Love is one of the most powerful emotions we experience in our lives, and strong feelings take a lot of strength to handle. For those of us who are habitual overthinkers, love can become a mental fixation that causes stress, insecurity, relationship strain, and more. This doesn’t mean that love is wrong. Healthy love is an amazing thing – even when it hurts. To make a relationship work, however, we need to recognize and repair the mental habits that cause us distress.
What Does Overthinking Look Like?
Thinking about things is normal, especially in a relationship. Is my partner being distant, or are they just busy? Do they love me? Do they still love me? Did they mean to say something hurtful, or was it an accident? Why aren’t they texting back?
These thoughts are normal. When we’re faced with situations that make us feel uncertain, anxious, or insecure, we think about them and try to understand our partner’s behavior. Typically we decide what we think the situation means and take action.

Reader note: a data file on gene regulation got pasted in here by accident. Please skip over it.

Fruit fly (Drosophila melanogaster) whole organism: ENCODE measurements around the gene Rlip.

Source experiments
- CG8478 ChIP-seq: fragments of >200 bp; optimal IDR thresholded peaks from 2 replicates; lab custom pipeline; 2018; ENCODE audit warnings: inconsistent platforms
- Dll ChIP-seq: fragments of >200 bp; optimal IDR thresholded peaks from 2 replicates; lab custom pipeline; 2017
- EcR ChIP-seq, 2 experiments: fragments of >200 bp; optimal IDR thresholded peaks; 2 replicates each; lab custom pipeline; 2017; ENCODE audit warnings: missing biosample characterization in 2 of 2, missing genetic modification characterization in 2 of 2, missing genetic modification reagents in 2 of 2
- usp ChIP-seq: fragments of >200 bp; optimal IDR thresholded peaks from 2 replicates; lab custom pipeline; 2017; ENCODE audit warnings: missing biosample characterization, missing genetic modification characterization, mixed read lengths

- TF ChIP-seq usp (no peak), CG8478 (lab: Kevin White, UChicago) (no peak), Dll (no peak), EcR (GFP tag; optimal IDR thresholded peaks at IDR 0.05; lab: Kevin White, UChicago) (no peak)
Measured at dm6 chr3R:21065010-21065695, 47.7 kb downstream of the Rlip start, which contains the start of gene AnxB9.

Overthinking, on the other hand, is when we cycle through these thoughts over and over again until they consume us. This can be caused by mental health problems like anxiety and depression, or it can make those problems worse. Overthinking can keep you locked in an unhealthy dialogue with your own mind that distracts you, keeps you from making decisions, and adds unnecessary stress to your life.
People who’ve been hurt or betrayed by loved ones in the past often experience this, but it happens to all kinds of people for all kinds of reasons. If you’re an overthinker, you’re not alone. Here are some ways to reign in your brain.
1. Find Out Where it’s Coming from
This might sound obvious, but take some time to reflect on the worries behind your thoughts. What is it that you’re worried about? Are you afraid of being left, cheated on, unwanted, lied to, or something similar? Identifying what you are concerned about lets you address that emotion in the moment, even if nothing about the overall situation has changed.
2. Analyze Your Emotions